Arbitrator recommends 6-game suspension for Brown’s QB Watson

by mcardinal

Rob Maaddi, FISM News



The NFL’s disciplinary officer has determined that Cleveland Browns’ quarterback Deshaun Watson should serve a six-game suspension for violating the NFL’s personal conduct policy following accusations of sexual misconduct made against him by more than 20 women in Texas.

Retired federal judge Sue Robinson released the decision on Monday morning, per several media reports, after deliberating for a month following a three-day hearing in Delaware in late June.

Watson was accused by 24 women of women alleging sexual harassment and assault during massage therapy appointments in 2020 and 2021 when he was a member of the Houston Texans. Two grand juries in Texas declined to indict Watson on criminal complaints brought by 10 of the women, and 23 of the 24 civil lawsuits have been settled.

But the NFL, as an employer, has the right to discipline players for conduct detrimental to the league. Previously, NFL Commissioner Roger Goodell had the authority to impose discipline, but the league and the union negotiated in the 2020 collective bargaining agreement that a disciplinary officer would now hear these cases. However, Goodell or a person he designates would issue a final ruling if either side appeals Robinson’s decision.

The NFLPA already stated it would accept the ruling.  

“First, we have fully cooperated with every NFL inquiry and provided the NFL with the most comprehensive set of information for any personal conduct policy investigation. A former Federal Judge — appointed jointly by the NFLPA and NFL — held a full and fair hearing, has read thousands of pages of investigative documents and reviewed arguments from both sides impartially,” the union said in a statement. “Every player, owner, business partner and stakeholder deserves to know that our process is legitimate and will not be tarnished based on the whims of the League office. This is why, regardless of her decision, Deshaun and the NFLPA will stand by her ruling and we call on the NFL to do the same.”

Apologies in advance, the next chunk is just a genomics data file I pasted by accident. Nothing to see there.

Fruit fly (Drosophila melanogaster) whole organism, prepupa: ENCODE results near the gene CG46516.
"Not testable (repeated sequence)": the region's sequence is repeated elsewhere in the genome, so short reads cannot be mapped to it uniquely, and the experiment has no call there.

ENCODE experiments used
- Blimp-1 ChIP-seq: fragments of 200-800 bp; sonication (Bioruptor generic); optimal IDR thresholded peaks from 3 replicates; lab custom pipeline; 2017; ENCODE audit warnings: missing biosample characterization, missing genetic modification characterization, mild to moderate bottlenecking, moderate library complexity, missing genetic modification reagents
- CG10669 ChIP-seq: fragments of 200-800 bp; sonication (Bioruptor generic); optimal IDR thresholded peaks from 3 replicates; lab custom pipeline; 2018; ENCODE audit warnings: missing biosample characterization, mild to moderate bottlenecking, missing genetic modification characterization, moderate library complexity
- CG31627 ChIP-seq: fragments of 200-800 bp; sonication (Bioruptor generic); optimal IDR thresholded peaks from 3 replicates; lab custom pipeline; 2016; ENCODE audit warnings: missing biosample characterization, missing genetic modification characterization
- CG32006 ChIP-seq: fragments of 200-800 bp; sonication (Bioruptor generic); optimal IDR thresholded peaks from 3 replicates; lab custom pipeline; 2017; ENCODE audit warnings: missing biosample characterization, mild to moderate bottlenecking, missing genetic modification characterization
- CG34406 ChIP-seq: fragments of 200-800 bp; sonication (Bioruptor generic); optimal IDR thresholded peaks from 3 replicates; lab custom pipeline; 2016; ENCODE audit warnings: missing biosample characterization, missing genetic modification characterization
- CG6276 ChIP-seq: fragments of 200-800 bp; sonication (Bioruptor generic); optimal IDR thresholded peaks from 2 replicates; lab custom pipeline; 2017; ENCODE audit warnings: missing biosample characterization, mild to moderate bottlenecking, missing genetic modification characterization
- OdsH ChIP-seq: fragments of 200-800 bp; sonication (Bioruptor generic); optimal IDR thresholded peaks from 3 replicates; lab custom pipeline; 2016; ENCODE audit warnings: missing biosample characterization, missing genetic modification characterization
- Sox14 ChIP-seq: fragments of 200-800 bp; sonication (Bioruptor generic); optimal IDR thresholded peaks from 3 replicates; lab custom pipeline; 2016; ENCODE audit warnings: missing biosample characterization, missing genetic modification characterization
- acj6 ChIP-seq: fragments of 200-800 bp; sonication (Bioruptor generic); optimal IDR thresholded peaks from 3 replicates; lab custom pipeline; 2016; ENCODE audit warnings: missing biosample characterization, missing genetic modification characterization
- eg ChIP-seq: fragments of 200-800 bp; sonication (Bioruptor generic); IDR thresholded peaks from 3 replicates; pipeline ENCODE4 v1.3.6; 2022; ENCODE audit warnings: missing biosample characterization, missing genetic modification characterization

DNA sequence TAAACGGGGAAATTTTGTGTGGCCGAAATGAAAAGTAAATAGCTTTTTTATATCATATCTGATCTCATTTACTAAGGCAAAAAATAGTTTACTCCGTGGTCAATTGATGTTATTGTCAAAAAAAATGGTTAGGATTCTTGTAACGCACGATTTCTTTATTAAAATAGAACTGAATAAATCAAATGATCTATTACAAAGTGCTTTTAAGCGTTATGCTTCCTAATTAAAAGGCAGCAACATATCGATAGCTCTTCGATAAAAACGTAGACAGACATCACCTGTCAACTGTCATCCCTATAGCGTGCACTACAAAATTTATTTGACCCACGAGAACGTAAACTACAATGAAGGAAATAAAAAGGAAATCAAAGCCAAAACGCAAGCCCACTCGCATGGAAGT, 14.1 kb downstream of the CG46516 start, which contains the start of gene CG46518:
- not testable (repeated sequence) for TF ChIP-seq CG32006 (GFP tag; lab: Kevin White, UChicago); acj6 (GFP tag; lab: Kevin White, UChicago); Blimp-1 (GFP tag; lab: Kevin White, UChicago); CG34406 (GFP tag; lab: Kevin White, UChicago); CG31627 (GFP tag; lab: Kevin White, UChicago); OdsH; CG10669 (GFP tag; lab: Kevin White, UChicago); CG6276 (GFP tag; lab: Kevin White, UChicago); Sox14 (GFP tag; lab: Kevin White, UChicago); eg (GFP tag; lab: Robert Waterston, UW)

The league, which argued for a suspension of at least one year, has three days to choose whether to appeal.

Watson only loses $345,000 if the suspension stands because his base salary this season is $1.035 million. The Browns gave him a fully guaranteed $230 million, five-year contract, including a $45 million signing bonus in March, following a trade from the Texans.

Watson will be allowed to practice and play in exhibition games before his suspension begins the first week of the regular season. Per the CBA, he can return to practice with the Browns in Week 4 and would be eligible to play on Oct. 23 when the Browns visit the Baltimore Ravens.

Watson was a three-time Pro Bowl quarterback in four seasons with the Houston Texans but didn’t play in 2021 while waiting for a trade. 

Watson denied all wrongdoing and insisted any sexual activity with three of the women in the lawsuits was consensual. 

“This case started because one woman had the fortitude to step forward and make her voice heard,” said attorney Tony Buzbee, who represents the women in the civil lawsuit. “Her courage inspired many others with the same experience. None of this saga would have occurred without that one brave voice. One person can make a difference. 

“I have been asked repeatedly about my thoughts in regard to the NFL’s proceeding with Deshaun Watson. Although some of my clients do have strong feelings in that regard, I have nothing meaningful to say about that process. I’ve said in the beginning that the civil process and the NFL’s disciplinary process are very different. My role was to advance the cause of my clients, in civil court—nothing more. I’ve done that. I am extremely proud of these women and our legal team’s efforts. The settlements are confidential. I won’t comment further on them.”